The problem can show up in seemingly straightforward macros, as the following example illustrates. The let-in-order form is a version of let with guaranteed left-to-right evaluation of bindings. Again, the conventional hygiene algorithm leads to accidental capture of instances of t introduced recursively:

  (define-syntax let-in-order
    (lambda (form)
      (syntax-case form ()
        ((_ ((i e) ...) e0 e1 ...)         
         (let f ((ies (syntax ((i e) ...)))
                 (its (syntax ()))) 
           (syntax-case ies () 
             (()            (quasisyntax (let ,its e0 e1 ...)))
             (((i e) . ies) (quasisyntax 
                             (let ((t e))
                               ,(f (syntax ies)
                                   (quasisyntax ((i t) ,@its))))))))))))
  
  (let-in-order ((x 1)
                 (y 2))
    (+ x y))                ==> 4 with conventional hygiene algorithm
                                3 with the proposal of this SRFI  

These are exactly the kind of problems that hygiene was invented to solve, reappearing in a slightly different guise. To eliminate these problems, this SRFI proposes the following modified hygiene rule [2-4]:

A binding for an identifier can only capture a reference to another if both were present in the source or introduced during a single evaluation of a syntax or quasisyntax form, with the understanding that the evaluation of any nested, unquoted syntax or quasisyntax forms counts as part of the evaluation of an enclosing quasisyntax.

In the first example, this rule guarantees that the two instances of t are distinct, since they occur in separate quasisyntax forms. In the second example, the instances of t are also distinct since they are introduced during different invocations of the quasisyntax form. With this proposal, the above macros are correct as they stand.

Reflective tower

A reflective tower consists of a sequence of disjoint environments, each determining a set of bindings in effect during a given phase of execution [11, 14].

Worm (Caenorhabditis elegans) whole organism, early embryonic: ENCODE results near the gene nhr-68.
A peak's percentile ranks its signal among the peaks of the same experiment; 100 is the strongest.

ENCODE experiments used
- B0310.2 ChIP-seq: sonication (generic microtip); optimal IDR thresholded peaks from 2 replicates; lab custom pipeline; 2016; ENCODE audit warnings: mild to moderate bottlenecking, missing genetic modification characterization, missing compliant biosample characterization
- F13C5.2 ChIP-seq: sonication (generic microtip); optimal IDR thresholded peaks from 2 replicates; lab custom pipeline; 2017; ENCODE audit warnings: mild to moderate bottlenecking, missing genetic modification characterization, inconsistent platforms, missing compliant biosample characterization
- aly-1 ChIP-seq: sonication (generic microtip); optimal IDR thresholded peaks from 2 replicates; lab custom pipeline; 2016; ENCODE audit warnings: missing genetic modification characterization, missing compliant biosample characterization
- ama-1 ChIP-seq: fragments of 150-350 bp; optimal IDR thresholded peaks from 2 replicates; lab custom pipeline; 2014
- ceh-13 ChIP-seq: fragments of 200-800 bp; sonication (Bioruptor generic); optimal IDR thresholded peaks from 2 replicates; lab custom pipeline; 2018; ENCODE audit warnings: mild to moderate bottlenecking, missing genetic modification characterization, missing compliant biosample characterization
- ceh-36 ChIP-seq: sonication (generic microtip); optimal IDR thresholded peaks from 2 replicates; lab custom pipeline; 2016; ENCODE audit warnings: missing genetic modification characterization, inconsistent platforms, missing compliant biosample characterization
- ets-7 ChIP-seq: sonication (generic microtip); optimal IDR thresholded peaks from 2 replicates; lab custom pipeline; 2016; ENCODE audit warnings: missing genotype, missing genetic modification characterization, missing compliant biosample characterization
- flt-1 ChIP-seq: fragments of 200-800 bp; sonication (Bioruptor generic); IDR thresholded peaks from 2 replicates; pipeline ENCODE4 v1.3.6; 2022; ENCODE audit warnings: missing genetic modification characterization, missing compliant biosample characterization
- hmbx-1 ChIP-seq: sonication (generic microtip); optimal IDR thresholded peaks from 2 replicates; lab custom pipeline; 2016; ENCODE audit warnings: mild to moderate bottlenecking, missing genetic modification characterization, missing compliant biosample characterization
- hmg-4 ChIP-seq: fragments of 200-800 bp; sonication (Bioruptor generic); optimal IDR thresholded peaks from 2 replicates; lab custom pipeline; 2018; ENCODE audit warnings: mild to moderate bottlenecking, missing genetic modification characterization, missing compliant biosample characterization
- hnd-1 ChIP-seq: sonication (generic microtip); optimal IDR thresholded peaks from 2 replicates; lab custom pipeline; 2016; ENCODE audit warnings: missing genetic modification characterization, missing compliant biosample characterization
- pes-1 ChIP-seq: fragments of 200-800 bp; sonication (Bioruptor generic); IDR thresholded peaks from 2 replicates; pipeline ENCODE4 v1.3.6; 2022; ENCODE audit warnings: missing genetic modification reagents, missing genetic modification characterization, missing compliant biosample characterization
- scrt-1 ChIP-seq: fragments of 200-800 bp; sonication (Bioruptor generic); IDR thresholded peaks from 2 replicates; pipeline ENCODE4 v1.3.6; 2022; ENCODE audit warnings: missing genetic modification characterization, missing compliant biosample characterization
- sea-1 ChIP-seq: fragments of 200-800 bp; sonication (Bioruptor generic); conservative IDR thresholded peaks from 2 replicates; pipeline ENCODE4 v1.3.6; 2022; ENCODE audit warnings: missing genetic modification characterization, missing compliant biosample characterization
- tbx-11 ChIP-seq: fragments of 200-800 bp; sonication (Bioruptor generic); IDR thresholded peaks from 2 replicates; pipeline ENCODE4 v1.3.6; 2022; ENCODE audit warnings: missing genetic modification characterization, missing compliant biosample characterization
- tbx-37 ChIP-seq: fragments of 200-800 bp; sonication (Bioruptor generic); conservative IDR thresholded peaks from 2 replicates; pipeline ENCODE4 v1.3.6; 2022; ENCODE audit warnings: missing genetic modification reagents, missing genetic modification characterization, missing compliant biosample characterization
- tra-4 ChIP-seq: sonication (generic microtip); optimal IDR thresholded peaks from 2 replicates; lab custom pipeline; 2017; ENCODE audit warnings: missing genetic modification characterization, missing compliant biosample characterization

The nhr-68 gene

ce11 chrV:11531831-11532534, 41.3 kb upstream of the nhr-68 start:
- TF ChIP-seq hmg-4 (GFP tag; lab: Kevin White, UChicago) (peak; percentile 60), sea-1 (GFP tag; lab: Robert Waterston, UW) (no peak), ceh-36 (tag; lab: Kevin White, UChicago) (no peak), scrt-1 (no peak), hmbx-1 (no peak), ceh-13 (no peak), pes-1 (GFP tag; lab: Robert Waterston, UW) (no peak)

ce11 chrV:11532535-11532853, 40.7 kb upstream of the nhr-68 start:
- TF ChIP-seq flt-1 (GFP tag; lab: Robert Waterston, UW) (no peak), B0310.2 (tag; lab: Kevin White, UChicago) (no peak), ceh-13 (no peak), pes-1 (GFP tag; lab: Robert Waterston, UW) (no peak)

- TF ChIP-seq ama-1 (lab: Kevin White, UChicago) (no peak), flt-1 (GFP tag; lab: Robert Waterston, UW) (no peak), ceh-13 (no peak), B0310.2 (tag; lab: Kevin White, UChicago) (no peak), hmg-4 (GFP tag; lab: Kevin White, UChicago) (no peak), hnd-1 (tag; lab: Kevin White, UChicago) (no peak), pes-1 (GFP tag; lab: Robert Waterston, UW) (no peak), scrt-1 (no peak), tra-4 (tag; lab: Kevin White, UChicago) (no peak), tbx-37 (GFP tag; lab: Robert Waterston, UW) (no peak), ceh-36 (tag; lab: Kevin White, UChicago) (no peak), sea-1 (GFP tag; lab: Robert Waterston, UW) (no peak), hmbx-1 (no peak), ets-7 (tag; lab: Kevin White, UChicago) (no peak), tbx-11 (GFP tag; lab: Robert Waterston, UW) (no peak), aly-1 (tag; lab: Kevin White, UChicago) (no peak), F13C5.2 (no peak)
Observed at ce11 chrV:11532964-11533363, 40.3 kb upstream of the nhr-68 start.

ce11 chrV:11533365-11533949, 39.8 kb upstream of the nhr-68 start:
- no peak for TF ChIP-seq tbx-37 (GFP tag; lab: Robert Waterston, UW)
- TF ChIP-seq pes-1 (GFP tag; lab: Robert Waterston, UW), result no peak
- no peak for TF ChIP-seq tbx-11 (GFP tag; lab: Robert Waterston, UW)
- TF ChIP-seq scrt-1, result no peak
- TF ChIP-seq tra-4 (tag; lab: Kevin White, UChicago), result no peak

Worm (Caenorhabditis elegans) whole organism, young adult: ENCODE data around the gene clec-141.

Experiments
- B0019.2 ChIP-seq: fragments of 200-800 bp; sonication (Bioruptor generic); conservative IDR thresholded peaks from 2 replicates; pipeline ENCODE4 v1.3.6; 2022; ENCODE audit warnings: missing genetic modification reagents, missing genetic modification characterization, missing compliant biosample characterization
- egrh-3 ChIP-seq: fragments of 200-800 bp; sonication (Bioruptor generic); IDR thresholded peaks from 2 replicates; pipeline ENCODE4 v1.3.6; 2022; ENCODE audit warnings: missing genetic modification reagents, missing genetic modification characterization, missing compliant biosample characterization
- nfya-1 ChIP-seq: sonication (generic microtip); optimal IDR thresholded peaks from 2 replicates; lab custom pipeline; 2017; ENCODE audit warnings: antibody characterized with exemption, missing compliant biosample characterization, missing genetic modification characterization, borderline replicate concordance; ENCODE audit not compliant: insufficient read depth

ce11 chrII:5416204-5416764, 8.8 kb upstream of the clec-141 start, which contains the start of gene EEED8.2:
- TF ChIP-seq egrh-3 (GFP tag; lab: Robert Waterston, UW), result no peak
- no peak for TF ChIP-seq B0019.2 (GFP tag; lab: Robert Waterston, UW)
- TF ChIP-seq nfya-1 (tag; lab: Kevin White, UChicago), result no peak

In the following example, the second definition and the right hand side of the macro binding for m are evaluated in the expand-time environment, while the first definition and the result of expanding the let-syntax expression are evaluated in the runtime environment. These two environments constitute a two-level reflective tower.

  (define x 1)
  
  (begin-for-syntax (define x 2))
    
  (let-syntax ((m (lambda (form)
                    (quasisyntax (list x ,x)))))
    (m))  ==> (1 2)
The second x in (list x ,x) is evaluated during expand-time, whereas the first x is evaluated during runtime. Each is looked up in the appropriate environment.

The necessity for the tower of environments can be understood as follows: In an interpreter, expand-time and runtime bindings have to be in memory simultaneously, since expansion and evaluation alternate. These bindings must be kept strictly separate to ensure the following property, of fundamental importance in a statically scoped language:

The meaning of a program must depend unambiguously on its textual representation.

To see this, consider expanding and evaluating the above sequence of expressions one by one. If we were to allow the second definition to shadow the first in a unified environment, the answer would differ from the one obtained by running a precompiled version of the program, so that the meaning would be ambiguous.